Police worried they lack powers to probe phone involvement in crashes – new study

Issue date: 23 November 2016


Mobile phone image

Police officers are worried they lack the right powers and resources to properly investigate whether a mobile phone was being used by a driver at the time of a crash, a new study has found.

Four out of five collision investigators surveyed for the research indicated mobile phone involvement in non-fatal accidents was under-reported, with half agreeing the role of phones was even overlooked in fatal crashes.

Three quarters of British officers participating in the online poll undertaken by the University of the West of England (UWE Bristol) were unable to report the full proportion of road accidents in their force area linked with mobile phone use each year. A similar percentage of officers indicated that better mechanisms to quickly analyse and investigate phone usage would be most likely to improve data collection.

Dr Paul Pilkington, a senior lecturer in public health at UWE Bristol, worked with the National Roads Policing Intelligence Forum to survey 134 road traffic collision investigation officers as part of his study into the reporting and recording of mobile phone involvement in accidents.

For his research, Dr Pilkington asked officers across the UK about the procedure they followed in the aftermath of a collision. He was told phones were only routinely seized and analysed in fatal and life-changing injury crashes.

Among the responses from officers were:

“Due to the costs and timeliness of such enquiries this is an area that, in my view, is under-investigated…if properly investigated each and every time, the proportion of RCTs where phone use was contributory would increase significantly.”

“We take persons to court where we have seen them on their mobile phones and it gets thrown out. That is with a police witness, so it wouldn't go through on 3rd party evidence.”

Dr Pilkington said the findings of the survey raised serious questions about investigation tactics, and described the under-reporting of mobile phone use in collisions as a 'massive problem'.

He said: “Police officers recognise that using mobile phones while driving is an important risk factor for being involved in a road traffic crash. This is consistent with global estimates of the burden of road traffic related deaths and injuries caused by using a phone while driving.

“But officers in our survey consistently registered concerns about having enough power or resources to investigate whether a mobile phone was being used at the time of a road traffic crash. Because of resource and legal considerations, only in fatal and life-changing injury crashes are phones seized and analysed. In all other crash types, including those involving serious injuries, use of mobile phones is usually not investigated.

“To me, this is a massive problem. If the police can't detect the full extent of this behaviour then we are missing an important part of collision investigation.

“It leaves a significant gap not only in terms of enforcement, but also monitoring of the role of phones in crashes. The result is significant under-reporting of the role of mobile phones in road traffic crashes, as well as inadequate justice for the victims of those affected by the actions of drivers using their phones behind the wheel.”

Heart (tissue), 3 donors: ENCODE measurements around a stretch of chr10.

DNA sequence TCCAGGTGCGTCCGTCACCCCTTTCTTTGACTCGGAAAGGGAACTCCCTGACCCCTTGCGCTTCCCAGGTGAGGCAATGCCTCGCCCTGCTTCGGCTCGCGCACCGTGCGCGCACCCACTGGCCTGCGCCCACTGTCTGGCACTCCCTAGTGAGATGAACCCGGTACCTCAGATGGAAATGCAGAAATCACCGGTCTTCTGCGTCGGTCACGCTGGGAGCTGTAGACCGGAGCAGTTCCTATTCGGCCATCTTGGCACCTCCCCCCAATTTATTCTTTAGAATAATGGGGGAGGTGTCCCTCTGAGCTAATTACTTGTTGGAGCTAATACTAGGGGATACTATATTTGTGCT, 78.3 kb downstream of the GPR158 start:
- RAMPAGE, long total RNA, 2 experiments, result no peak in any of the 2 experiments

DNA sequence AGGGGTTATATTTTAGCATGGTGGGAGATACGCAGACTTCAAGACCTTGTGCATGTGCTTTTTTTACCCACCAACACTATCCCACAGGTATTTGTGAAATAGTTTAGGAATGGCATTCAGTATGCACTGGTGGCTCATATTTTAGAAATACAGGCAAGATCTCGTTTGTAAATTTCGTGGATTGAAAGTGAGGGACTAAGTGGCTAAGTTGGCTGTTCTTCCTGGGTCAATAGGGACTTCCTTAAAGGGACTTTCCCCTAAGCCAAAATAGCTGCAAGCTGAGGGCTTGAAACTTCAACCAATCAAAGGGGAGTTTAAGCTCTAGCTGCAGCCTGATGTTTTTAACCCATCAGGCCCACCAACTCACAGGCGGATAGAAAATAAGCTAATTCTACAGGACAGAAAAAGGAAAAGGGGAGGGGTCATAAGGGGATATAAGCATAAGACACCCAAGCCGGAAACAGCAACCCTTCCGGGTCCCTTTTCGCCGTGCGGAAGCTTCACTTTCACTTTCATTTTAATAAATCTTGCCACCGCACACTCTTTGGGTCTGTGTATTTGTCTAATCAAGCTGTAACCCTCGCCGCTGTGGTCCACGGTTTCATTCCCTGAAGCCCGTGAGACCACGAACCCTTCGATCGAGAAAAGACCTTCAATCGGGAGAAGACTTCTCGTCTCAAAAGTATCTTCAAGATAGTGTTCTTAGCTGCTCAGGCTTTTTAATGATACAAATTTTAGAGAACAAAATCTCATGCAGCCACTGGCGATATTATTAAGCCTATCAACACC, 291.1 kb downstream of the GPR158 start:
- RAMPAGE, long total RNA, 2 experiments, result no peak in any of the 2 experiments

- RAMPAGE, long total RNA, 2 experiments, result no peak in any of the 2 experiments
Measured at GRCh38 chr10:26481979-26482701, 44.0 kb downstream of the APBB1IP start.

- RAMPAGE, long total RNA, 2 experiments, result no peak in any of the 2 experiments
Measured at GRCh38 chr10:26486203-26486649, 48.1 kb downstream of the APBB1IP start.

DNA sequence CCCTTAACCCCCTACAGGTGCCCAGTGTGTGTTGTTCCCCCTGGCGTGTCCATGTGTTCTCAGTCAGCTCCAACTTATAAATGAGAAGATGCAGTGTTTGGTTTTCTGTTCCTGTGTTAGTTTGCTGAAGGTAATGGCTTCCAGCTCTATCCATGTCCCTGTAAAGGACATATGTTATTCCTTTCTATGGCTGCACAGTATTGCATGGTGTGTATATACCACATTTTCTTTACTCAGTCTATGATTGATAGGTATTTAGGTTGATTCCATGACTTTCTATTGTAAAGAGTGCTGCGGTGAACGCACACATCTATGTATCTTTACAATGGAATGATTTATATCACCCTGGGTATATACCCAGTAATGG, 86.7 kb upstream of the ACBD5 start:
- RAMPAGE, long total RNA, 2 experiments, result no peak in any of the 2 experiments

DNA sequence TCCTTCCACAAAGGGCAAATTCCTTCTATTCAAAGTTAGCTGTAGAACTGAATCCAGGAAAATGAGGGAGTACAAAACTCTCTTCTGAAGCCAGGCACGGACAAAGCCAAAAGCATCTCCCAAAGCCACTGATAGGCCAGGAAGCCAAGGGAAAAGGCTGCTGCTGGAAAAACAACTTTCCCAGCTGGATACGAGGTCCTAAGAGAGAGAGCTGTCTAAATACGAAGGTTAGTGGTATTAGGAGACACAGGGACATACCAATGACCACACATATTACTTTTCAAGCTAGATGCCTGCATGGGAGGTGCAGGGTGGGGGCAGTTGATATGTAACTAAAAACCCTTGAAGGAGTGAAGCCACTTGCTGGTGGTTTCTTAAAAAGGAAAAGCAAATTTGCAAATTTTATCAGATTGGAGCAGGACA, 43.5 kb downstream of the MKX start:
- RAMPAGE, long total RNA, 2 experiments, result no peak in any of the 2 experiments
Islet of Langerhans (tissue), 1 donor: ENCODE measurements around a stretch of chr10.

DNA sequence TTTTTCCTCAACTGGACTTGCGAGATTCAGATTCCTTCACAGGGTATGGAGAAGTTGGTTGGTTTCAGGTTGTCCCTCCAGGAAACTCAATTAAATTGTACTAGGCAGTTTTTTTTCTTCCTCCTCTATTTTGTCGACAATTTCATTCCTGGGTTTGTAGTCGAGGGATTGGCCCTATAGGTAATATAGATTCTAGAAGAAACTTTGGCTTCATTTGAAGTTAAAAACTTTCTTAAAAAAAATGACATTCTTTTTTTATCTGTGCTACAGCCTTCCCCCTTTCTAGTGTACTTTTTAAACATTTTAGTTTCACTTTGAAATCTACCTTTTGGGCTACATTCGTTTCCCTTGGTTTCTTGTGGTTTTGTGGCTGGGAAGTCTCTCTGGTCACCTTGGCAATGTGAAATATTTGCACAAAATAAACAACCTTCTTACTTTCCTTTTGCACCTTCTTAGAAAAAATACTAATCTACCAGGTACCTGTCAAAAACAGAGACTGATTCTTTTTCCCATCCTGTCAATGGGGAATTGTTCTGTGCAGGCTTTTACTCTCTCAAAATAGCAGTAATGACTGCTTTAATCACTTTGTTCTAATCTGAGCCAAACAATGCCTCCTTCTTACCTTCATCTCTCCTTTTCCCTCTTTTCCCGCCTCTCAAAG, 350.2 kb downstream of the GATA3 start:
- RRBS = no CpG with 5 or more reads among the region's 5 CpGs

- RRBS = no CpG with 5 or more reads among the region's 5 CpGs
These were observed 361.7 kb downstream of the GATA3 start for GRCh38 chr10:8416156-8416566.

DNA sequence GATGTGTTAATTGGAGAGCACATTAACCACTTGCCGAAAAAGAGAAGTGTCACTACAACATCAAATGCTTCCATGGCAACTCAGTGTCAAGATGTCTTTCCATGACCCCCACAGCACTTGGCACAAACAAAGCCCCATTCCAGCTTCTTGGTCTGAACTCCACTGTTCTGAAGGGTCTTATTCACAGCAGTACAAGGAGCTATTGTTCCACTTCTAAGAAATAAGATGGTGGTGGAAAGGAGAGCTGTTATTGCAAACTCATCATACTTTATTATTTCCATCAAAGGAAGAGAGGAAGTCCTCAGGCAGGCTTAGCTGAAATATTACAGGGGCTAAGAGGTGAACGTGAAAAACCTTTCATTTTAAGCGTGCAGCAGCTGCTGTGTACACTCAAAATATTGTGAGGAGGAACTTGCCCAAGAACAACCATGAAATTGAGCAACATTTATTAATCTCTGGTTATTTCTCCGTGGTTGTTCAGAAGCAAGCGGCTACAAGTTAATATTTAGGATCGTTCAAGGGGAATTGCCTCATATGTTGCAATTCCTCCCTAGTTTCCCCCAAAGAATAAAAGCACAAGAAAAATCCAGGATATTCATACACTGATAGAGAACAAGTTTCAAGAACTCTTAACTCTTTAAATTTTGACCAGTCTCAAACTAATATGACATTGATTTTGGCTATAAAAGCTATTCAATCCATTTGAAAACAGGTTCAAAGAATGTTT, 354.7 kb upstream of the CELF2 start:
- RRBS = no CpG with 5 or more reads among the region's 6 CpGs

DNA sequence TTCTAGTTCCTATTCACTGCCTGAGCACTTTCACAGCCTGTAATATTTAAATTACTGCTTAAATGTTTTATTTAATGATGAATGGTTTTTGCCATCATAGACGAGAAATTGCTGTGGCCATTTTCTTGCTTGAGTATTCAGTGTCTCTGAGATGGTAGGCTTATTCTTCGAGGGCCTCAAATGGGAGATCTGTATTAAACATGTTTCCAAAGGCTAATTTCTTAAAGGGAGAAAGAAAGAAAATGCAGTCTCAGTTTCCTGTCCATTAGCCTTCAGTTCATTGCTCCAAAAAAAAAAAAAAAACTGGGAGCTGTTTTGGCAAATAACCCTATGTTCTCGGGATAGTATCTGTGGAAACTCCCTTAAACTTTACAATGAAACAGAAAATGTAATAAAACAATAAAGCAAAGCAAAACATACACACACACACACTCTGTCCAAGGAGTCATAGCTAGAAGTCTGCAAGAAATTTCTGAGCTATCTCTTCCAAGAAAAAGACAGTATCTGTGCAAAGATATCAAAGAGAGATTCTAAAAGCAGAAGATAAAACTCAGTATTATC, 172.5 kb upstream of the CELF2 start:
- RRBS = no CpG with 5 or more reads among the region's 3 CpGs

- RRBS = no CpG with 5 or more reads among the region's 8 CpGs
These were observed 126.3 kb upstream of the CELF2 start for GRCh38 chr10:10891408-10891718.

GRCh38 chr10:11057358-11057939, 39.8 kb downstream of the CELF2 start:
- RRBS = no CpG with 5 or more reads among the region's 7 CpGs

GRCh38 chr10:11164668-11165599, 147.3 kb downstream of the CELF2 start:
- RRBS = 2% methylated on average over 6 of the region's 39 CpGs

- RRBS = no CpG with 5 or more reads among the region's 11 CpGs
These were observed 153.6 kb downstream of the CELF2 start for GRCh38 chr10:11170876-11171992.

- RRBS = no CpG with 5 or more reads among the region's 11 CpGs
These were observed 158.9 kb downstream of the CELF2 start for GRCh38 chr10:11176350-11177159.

Dr Pilkington said investigating whether a mobile phone was being used at the time of a collision was resource intensive but technological solutions were on the horizon.

He said: “Phones have to be sent away for specialist analysis, and there are sometimes issues in proving the exact time of use in relation to the crash. Time-ascertainment is made more difficult by the long process involved in the analysis of the phone.

“However, there are possible technological solutions. In New York, a State Senate Bill currently in committee is discussing the introduction of a hand-held 'textalyzer' device, which allows officers to analyse mobile phone usage data at the roadside. Such technology offers the potential to improve enforcement and monitoring of the role of mobile phones in road traffic collisions.”

The results of an RAC survey revealed in September suggested the number of motorists illegally using mobile phones while behind the wheel was on the rise. Some 31 per cent of drivers taking part in the survey admitted they used a handheld phone behind the wheel compared with eight per cent in 2014.

The Department for Transport will introduce tougher punishments for offending drivers from next year, with penalty points doubling from three to six and fines rising from £100 to £200.

Dr Pilkington, who is now working on a review examining the effectiveness of legislation governing mobile phone use and driving, said: “People are using their phones because they don't think they will be caught. The penalty points have gone up, and the fine, but unless it's a sky-high fine or a ban, drivers will continue to chance it.

“Distraction driving has become a big policy issue and the World Health Organisation has started to talk about it more.

“When you see adverts for cars with built-in dashboard consoles for checking email and Facebook, it is at odds with reducing distraction driving. But those things are what appeal to people, in terms of staying connected to one another.

“Unless technology has a solution, advances in phone technology are likely to make problems worse.”

Dr Pilkington has co-authored a literature review called 'Mobile phone use while driving: Underestimation of a global threat' published earlier this year in the Journal of Transport and Health. It can be accessed here.

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